A proud Hindu in power in Delhi after 800 years: Singhal


The reins of power in Delhi have come into the hands of a “swabhimani (proud)” Hindu after 800 years, Vishwa Hindu Parishad (VHP) leader Ashok Singhal said here Friday at an international Hindu conference.

Rashtriya Swayamsevak Sangh (RSS) chief Mohan Bhagwat called for ridding Hindu society of its shortcomings and make India a world leader.

Addressing an inaugural session of the three-day World Hindu Congress, Singhal referred to Narendra Modi leading the Bharatiya Janata Party to victory in the 2014 Lok Sabha polls and said power had returned to a “Hindu swabhimani (proud Hindu)” in Delhi after eight centuries.

Singhal said the VHP was founded in 1964 with the objective of creating “a fearless Hindu, an invincible Hindu”.

“Eight hundred years after it (the power at Delhi) went away form Prithviraj Chauhan, it did not come into the hands of a proud Hindu. It has happened after 800 years,” Singhal said.

Addressing the gathering, C.V. Wigneswaran, chief minister of Sri Lanka’s Northern Province, said difficulties faced by the Hindu community in the island nation did not come to an end with the Sri Lankan government’s war with the LTTE coming to end in 2009.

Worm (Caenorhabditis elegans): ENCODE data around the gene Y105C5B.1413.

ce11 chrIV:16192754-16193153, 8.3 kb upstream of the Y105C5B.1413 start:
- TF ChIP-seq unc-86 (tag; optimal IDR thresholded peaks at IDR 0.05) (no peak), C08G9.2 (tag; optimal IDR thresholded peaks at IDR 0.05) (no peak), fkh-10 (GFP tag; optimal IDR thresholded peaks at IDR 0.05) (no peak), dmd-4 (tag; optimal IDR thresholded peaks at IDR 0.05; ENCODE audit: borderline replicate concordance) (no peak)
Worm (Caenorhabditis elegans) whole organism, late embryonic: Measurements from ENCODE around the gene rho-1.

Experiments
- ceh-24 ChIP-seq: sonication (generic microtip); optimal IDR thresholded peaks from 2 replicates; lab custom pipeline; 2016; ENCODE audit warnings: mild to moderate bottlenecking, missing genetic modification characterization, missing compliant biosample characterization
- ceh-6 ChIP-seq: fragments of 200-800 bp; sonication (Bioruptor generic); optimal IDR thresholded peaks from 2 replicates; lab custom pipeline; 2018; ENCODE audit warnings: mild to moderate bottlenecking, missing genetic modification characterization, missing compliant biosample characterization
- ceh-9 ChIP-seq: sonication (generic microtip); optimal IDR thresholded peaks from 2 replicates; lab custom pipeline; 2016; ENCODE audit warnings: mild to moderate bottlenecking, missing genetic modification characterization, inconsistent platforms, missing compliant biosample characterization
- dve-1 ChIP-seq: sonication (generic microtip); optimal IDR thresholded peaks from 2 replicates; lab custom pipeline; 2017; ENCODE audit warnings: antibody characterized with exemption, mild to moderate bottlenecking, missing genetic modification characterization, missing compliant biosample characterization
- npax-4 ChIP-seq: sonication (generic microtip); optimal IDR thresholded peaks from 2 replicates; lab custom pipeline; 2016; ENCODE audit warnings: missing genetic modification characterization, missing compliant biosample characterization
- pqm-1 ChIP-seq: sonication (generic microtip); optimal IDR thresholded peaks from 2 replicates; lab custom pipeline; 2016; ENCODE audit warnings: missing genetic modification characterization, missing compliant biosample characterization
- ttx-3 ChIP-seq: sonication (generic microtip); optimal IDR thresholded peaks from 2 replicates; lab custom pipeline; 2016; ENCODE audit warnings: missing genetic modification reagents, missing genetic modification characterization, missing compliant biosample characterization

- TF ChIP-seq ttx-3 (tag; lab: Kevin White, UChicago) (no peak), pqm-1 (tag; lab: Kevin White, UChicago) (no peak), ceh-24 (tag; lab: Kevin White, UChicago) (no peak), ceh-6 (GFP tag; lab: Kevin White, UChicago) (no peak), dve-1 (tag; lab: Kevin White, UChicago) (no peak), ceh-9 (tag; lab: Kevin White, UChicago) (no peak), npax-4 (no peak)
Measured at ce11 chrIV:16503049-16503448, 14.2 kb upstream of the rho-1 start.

Tibetan spiritual leader Dalai Lama said there was a need to develop “knowledge of mind” and to remember “sameness of humanity”.

Bhagwat said there would always be a need to realise “sameness of humanity” in the world and the Hindu society can deliver the message.

“A Hindu means a human being who seeks unity in all diversity,” Bhagwat said.

Referring to Swami Vivekananda’s words “arise, awake and not stop till the goal is reached,” Bhagwat said “let us start our work in all walks of life – media, academia…leadership based on our values is required. Let us demonstrate that capability. We have to work on values of sameness of humanity”.

India had a tradition and task of teaching the world, he said.

“The task given has to be done. For that we have to improve ourselves,” he said.

Organisers said 1,800 delegates from 40 countries were taking part in the conference.

Source: Business Standard